His first novel, “Norwood,” although not set in Arkansas, is full of the same kind of small-town people, businesses and stories we find here. Norwood Pratt, the hero, travels from East Texas to New York and back, via stolen cars and a Trailways bus, to collect a debt of $70. En route he encounters, among others, Grady Fring the Kredit King; Rita Lee Chipman, the love of his life; Edmund B. Ratner, once the world’s smallest perfect man; and Joann the Wonder Hen. Norwood reports all the details of his journey with a literal-minded style worthy of Huck Finn himself.

“True Grit,” Portis’ second novel, is probably his best-known book — probably even better known as a movie. It is another journey story, a Western tale of crime and punishment. The narrator is Mattie Ross, an old lady in Yell County, who relates the great adventure of her youth, when she hired one of Judge Parker’s marshals, one-eyed Rooster Cogburn, to avenge her father’s murder. Mattie tells her story in the same deadpan voice Portis uses over and over. She passes judgment on everyone and everything, often backing up her pronouncements with citations from Scripture. There could be no more unlikely pair than Mattie and the shambling, over-the-hill lawman. But with the Texas Ranger LaBoeuf, they get their man.

Humorist Roy Blount Jr. has written that no one should die without having read Portis’ third novel, “The Dog of the South.” The book is set mainly in Mexico, though it begins and ends in the same place, like Norwood. This time the place is Little Rock. The narrator, Ray Midge, says, “A lot of people leave Arkansas and most of them come back sooner or later. They can’t quite achieve escape velocity.”

Midge is a 26-year-old former copy editor who has lost his wife and his Ford Torino to another copy editor. He follows them to Mexico to bring back his car, though he brings back his wife instead, and en route encounters the usual Portisian flock of eccentrics and misfits. Some readers have complained that the novel doesn’t really go anywhere, but they miss the point. Midge’s dead-pan self-characterization, his restlessness and his responses to everything on the trip are what the book is about.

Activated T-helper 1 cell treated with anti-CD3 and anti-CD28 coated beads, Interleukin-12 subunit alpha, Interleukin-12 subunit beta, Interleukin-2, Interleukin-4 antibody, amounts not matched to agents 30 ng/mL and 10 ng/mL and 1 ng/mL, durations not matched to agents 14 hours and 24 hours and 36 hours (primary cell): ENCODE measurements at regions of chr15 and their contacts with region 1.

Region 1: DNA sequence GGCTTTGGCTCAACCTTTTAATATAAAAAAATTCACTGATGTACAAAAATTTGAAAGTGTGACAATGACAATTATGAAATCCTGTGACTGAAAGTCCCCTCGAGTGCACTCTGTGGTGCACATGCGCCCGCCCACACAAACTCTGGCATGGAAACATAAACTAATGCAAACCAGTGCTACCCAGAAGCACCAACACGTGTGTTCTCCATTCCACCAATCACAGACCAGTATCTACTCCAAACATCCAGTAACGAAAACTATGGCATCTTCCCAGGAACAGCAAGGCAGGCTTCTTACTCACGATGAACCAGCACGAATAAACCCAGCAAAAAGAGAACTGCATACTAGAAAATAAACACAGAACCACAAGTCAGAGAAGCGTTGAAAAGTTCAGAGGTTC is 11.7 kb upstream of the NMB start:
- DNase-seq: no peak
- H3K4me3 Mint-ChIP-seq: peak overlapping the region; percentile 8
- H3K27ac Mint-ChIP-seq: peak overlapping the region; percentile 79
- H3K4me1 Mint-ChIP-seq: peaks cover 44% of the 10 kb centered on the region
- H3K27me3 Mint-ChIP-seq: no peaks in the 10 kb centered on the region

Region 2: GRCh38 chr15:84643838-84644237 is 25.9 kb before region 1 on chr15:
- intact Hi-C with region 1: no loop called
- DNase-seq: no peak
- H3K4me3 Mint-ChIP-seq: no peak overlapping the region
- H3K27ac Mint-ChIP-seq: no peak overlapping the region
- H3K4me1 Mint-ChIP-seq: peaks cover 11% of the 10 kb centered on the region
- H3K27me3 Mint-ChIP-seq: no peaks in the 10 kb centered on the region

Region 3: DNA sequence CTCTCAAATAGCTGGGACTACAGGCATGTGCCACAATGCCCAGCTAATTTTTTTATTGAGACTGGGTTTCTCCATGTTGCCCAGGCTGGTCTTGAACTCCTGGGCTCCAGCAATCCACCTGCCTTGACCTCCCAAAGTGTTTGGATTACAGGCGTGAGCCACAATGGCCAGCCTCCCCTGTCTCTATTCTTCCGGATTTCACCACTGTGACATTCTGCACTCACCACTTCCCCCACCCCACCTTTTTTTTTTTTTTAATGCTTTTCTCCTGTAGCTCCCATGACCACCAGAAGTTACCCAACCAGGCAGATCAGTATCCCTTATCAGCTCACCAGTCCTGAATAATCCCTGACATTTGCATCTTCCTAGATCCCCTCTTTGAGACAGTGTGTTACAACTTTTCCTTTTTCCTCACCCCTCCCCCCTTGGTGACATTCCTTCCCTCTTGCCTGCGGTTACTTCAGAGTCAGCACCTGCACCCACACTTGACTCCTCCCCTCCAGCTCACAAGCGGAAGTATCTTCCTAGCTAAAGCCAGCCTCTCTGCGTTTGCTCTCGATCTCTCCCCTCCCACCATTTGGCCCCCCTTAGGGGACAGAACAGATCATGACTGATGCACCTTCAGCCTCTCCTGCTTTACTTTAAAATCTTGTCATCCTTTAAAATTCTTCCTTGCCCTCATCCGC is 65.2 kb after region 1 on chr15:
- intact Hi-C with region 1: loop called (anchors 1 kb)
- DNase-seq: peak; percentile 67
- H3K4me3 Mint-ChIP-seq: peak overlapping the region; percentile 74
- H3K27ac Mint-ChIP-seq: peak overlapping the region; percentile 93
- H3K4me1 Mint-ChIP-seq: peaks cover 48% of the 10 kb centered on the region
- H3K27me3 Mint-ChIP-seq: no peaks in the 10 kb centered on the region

Portis’ next novel, “Masters of Atlantis,” was published in 1985. It is a satire of secret societies and the New Age, embellished with more of Portis’ travel sequences and weird characters. “Gringos,” like “Dog of the South,” is set in Mexico and narrated by Jimmy Burns, an expatriate from north Louisiana. He hangs out with a gringo community in the Yucatan, including a fallen-away doctor, a couple who are investigating flying saucers and the Mayan ruins, hippies, runaways and a failed archeological expedition. Burns is a much more attractive character than Midge or Norwood, yet in the end, Burns doesn’t go anywhere either. In fact, unlike Midge and Norwood, he doesn’t even go home, but winds up getting married and thinking of settling down.

Since “Gringos,” Portis has published several pieces in magazines. The Atlantic Monthly published a story in May 1996 titled “I Don’t Talk Service No More,” grim and yet darkly humorous about an institutionalized veteran of the Korean War who breaks into the hospital offices to telephone his war buddies and talk about their shared experiences.

Another piece appeared in the Oxford American in 2003, titled “Motel Life, Lower Reaches.” Portis has traveled considerably along the Mexican border, and his description of four cheap lodgings is finely detailed, including chemicals in the swimming pool, the quality of the beds, the motel aura that haunts the corners, the reading lamps and, especially, the lodgers and proprietors he meets.

Whatever Portis writes, language is one of his preoccupations. He explains obscure words like ‘souse’ or ‘tripe,’ and comments on grammar or usage, “like the difference between in hospital” and in the hospital. In “Masters of Atlantis” he invents a whole lexicon of Gnomonism. He strings together lists of comic-book heroes or the cowboys in the movies he saw in El Dorado. He includes the make, model and specifications of dozens of cars. He has perfect pitch describing what Southerners eat — Vienna sausage, mannaze, cola with salted peanuts dropped in, biscuits and gravy. The reader can get so carried away by the sweep of his language that even when nothing appears to be happening, it doesn’t matter. Portis has a unique voice, playing in his flowing narrative stream like a kid in an Arkansas creek, mainly for the fun of it.